depending on the complexity of the push. so I volunteered to work a 24-hour day to complete the parser so that he would not have to admit that he stretched the truth to the customer. – Hobbies. for example.94 CHAPTER 7. the first thing you should do is look in the management and the family life of the CEO of Absolute Performance. Do your skills. might last four to six hours. The “code push” would often start at midnight and. This kind of event was not uncommon at Absolute Performance. and – Accomplishments that require expertise or special knowledge. We didn’t. – The CEO of Absolute Performance once told a customer that the company’s product could parse XML files. interests.” there were so many engineers sleeping at the office at Active. – Are you friendly and self-motivated? – Are you a hard worker? – Do you have common sense? . 7. – Educational – At Active.2 Are You Ready? If you are thinking about starting your own business. • During one “crunch time. we had to update the web site late at night when our customers were not using it in case something went that at one point the landlord threatened to evict us since the lease specified that we were being leased a business rather than residential space The demands of a startup also had a dramatic impact on the marriages of than average in the population at large. and experience match the kind of talents your business would require? • Analyze Your Personal Attributes – As yourself about yourself. INTRODUCTION TO ENTREPRENEURSHIP • Many all-nighters. There were far more divorces that occured among management at Active. Try to realistically evaluate your own strengths and weaknesses. • Create a Personal R´sum´ – List your personal and professional experiences. e e Include – Skills.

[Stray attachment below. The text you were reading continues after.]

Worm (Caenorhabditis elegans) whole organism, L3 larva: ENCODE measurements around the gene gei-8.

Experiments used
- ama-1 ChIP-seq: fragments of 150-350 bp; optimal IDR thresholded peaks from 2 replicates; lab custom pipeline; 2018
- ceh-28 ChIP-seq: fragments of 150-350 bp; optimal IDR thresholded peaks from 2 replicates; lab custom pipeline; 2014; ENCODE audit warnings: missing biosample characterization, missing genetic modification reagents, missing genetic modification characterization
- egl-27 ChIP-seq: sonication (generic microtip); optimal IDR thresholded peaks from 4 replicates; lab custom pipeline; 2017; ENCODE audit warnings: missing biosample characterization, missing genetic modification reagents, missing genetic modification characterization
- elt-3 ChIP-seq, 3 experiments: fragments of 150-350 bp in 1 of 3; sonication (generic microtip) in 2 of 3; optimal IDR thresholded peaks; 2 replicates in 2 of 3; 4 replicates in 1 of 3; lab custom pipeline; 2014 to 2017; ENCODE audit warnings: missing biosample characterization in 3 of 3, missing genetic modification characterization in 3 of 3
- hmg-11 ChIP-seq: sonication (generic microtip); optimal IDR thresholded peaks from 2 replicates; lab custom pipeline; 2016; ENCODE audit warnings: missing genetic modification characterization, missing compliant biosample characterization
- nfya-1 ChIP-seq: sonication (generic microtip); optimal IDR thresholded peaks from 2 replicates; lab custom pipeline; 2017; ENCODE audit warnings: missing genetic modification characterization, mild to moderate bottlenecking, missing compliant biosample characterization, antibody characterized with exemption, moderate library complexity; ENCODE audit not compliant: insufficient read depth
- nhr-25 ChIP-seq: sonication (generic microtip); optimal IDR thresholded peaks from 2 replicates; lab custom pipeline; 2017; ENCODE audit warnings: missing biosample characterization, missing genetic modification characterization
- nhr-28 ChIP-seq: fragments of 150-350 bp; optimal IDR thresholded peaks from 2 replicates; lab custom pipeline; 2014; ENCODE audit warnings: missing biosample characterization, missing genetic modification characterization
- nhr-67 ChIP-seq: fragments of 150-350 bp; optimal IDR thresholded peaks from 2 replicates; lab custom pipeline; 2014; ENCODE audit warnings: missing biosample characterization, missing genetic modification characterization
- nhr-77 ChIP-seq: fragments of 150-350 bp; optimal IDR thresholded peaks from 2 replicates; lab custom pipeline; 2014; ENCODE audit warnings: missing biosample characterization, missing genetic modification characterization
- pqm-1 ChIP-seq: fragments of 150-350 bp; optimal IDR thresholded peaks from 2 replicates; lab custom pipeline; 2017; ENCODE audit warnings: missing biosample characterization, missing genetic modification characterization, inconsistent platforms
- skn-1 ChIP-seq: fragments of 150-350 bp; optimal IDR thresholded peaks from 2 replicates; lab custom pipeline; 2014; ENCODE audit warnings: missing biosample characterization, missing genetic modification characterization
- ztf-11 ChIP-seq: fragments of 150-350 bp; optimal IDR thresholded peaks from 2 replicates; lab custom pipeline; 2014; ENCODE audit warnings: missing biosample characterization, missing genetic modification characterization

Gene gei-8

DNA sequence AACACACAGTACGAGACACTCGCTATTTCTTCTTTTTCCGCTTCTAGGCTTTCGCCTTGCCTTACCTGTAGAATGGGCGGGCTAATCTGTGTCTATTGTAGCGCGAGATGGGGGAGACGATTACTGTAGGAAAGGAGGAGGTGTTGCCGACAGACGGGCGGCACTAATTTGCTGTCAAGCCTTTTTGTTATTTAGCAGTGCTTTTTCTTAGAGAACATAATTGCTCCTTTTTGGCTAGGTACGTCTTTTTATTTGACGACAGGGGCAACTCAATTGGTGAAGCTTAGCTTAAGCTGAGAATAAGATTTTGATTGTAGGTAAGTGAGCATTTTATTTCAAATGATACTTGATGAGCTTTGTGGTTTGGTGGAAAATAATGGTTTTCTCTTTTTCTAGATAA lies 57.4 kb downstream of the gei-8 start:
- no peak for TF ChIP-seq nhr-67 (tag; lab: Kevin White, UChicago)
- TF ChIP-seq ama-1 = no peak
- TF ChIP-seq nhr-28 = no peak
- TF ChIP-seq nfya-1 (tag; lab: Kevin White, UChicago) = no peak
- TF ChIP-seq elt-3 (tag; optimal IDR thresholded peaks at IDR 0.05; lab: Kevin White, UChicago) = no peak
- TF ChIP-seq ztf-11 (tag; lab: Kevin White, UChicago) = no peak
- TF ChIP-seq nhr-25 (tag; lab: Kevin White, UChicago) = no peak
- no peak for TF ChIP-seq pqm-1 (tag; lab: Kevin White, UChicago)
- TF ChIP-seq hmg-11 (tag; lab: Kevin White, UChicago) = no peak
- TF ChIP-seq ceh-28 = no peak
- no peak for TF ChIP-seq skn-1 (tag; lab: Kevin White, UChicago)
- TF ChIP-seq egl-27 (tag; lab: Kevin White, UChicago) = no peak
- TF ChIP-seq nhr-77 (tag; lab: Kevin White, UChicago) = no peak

– Long-term goals are those that may take 5.3. even the successful ones will probably focus on the negative. although the successful ones generally view their experiences as positive on the whole.7.” you may not want to start a business that focuses on customer relationships.3. – Start with small goals. If you talk to an entrepreneur who has not been successful. 10. 7.” • Be optimistic. your goal may not be realistic.000 yuan and you’ve never had a job before. – Short-term goals are those that can be accomplished within a year. . marketing.” • Be realistic. Side Note 7.000 yuan by July 1” is a much better goal than “raise money. • Analyze Your Professional Attributes – Be aware of where you need help. ask other entrepreneurs. “Raise 100.000. if not more important. it helps to set goals. If your goal is to raise 1. • Set both short-term goals and long-term goals. Consider at least a five-year time horizon. try to figure out why they were not successful.1 (What’s It Really Like?) If you wonder what running a business is really like. Like parents. than learning from success. When I talk to those who I know who have started businesses. and administration. advertising. “Achieve financial independence” is much better than “pay the bills. Move on to larger goals once the small goals have been met.3 Setting Goals With any major endeavor. When setting goals. When setting goals. • Be specific. ask yourself the following questions: • Income – How much do you want to earn. SETTING GOALS 95 If you are not a “people person. such as sales. Learning from failure is as important. it is common to exchange “war stories” about the difficult times and sacrifices. or 20 years to accomplish. Listening to war stories can help you arrive at an accurate mental picture of what it is really like to start and manage a business.